For the last 15 years, Laurence Kominz has been staging Kabuki performances right here on Portland State’s campus. This year the show will be held on May 30 and 31 in Lincoln Hall.
“It’s two plays, very different plays,” Kominz said. “One’s a dance drama. One is a romantic, acted drama set in the grandest castle tower in Japan.”
The Castle Tower is a set piece full of rich characters and beautiful dancing that involves forbidden love between a beautiful goblin princess and a handsome samurai.
The other play, called The Puppeteer, is a comedic mashup of different styles of Kabuki. “It’s funny, it’s exciting, it’s like all the best parts. It’s kind of a collage,” said cast member Devon Duncan, who is dancing the part of Oshichi.
Kominz’ passion for Kabuki started when he took a trip to Japan. “I saw Kabuki first on my junior year abroad,” Kominz said. “I come from the east coast, so I could go to Broadway when I was in high school, for example. I saw [Kabuki] and I thought ‘I’ve never seen anything this phenomenal.’”
It is not uncommon, Kominz said, for audiences to cheer the heroes and boo the villains during the performances. As a matter of fact, it is encouraged and he’s instructed his actors how do deal with any possible audience participation.
“That sort of response is what a Kabuki audience should do. It’s not like a polite, intellectual, American theater experience and so the audience is not so polite either.”
Kabuki has a rich history, dating back to the year 1600, where it was performed primarily by women. By the 1620s, however, prostitution became a part of the post performance activities, causing the powers-that-be to ban women from the stage.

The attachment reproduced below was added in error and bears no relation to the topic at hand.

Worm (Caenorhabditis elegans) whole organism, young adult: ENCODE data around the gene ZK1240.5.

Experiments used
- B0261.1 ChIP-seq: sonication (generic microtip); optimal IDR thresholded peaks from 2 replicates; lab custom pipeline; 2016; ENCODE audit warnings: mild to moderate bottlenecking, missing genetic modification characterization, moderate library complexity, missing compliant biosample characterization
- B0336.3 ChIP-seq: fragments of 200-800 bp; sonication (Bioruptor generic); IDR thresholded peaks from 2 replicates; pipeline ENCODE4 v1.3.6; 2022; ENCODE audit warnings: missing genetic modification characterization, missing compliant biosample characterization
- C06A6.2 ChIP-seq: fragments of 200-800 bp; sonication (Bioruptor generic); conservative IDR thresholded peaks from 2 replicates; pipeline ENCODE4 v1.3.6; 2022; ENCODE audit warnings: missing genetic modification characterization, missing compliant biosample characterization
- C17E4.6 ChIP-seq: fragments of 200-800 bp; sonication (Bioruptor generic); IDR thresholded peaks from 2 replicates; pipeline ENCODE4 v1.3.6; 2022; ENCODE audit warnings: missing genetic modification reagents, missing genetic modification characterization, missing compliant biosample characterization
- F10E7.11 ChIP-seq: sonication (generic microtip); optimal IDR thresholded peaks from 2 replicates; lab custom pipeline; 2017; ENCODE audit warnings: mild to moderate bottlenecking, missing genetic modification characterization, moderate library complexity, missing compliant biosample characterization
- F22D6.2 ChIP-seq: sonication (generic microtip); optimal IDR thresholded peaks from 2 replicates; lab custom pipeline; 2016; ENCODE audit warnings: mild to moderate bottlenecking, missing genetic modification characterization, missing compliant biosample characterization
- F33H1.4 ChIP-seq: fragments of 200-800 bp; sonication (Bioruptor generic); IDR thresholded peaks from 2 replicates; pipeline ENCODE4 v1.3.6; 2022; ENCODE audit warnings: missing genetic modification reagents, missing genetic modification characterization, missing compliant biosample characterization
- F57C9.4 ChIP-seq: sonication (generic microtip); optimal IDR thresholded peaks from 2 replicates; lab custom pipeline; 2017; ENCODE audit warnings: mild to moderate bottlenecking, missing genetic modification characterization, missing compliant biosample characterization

Though it is still a male-only affair in Japan, Kominz takes a more liberal approach to the art form. In his productions both males and females perform, often playing roles designed for the other gender.
“Women PSU students are very welcome on our stages here at Portland State,” Kominz said. “The majority of our students who are men are playing men and who are women are playing women, but pushing gender boundaries is very much a part of Kabuki.”
Initially, Kominz used pre-recorded music and singing for his productions. However, In 2012, he joined forces with Wynn Kiyama and now all of the instrumentation is done live.
Kiyama is the creator and director of the PSU Taiko Ensemble as well as the executive director of Portland Taiko. In addition to the Kabuki theater, the PSU Taiko ensemble will be performing Isami Goma before the first act and HA! after the intermission.
At its core, Taiko is a bombastic, energetic mix of drumming and movement based on Japanese festival rhythms. Ensemble member Karl Freitag described it as, “Big drums. Big sound. Big fun!”.
While the two art forms are not strictly related they should make an excellent cultural pairing.
“You don’t get to see this kind of stuff in the states,” Duncan said. “It’s the first time that either of these plays have been done in English.”
You can witness the spectacle on May 30 and 31 in Lincoln Hall on the PSU campus.